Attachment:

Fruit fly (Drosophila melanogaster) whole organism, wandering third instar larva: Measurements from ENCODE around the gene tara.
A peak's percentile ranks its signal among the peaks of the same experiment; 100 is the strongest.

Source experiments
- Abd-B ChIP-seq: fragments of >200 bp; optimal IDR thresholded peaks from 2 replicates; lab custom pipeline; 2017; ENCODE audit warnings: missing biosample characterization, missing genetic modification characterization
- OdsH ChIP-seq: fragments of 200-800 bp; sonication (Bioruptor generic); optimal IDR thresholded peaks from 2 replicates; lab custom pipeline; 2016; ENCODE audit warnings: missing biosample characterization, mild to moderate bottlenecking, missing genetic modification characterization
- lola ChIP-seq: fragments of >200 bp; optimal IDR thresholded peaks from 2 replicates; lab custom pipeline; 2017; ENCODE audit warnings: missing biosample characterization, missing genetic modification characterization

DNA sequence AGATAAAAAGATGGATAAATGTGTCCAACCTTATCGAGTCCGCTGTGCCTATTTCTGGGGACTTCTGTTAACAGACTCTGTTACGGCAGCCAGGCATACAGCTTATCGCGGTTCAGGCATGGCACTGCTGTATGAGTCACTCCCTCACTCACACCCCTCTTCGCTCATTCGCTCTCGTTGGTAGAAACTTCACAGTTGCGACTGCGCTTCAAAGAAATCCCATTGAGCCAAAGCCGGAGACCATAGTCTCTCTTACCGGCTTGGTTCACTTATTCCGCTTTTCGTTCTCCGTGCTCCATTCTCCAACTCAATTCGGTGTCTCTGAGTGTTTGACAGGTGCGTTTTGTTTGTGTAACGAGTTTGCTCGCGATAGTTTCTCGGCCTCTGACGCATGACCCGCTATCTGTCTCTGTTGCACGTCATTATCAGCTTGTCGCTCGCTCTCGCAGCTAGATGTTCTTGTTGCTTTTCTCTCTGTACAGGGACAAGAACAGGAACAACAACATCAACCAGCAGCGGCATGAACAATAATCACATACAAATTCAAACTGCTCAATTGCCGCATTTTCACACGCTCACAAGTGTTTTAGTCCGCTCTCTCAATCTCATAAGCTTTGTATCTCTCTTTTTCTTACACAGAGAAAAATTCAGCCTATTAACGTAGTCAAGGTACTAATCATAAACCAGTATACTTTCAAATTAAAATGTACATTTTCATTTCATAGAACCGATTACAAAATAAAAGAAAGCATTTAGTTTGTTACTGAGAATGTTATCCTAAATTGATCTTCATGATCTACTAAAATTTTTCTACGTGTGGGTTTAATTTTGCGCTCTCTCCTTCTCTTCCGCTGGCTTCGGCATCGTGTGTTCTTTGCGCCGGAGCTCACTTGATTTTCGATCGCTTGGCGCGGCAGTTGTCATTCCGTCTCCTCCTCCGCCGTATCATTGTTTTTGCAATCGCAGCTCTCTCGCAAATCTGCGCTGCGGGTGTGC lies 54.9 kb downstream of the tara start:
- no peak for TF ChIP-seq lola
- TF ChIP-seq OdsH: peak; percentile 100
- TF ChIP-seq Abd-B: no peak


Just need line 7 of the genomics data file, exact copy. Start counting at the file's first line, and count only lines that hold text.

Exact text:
DNA sequence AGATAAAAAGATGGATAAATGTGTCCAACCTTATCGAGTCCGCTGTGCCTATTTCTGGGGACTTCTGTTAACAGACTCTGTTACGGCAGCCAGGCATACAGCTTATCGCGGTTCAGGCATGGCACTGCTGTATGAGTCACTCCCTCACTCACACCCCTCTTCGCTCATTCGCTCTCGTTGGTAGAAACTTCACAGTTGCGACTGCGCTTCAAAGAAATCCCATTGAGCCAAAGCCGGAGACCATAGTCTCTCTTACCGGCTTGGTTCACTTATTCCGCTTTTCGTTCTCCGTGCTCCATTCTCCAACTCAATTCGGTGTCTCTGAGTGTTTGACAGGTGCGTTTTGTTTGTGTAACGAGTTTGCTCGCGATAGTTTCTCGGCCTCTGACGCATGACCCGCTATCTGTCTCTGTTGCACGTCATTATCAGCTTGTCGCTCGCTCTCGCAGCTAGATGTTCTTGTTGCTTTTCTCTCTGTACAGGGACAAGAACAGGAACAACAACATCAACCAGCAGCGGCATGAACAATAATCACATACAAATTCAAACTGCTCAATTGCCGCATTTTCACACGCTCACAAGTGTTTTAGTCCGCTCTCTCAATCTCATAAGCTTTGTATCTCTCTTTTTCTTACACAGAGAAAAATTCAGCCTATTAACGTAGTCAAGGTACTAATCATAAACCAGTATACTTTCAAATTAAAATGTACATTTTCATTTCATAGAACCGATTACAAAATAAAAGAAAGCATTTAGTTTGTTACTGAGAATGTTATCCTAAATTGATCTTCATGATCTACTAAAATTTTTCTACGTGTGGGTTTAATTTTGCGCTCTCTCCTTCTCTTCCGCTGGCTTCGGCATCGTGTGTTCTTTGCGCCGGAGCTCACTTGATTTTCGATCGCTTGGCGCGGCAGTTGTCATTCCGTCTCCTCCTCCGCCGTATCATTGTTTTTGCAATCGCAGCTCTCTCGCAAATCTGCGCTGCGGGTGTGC lies 54.9 kb downstream of the tara start: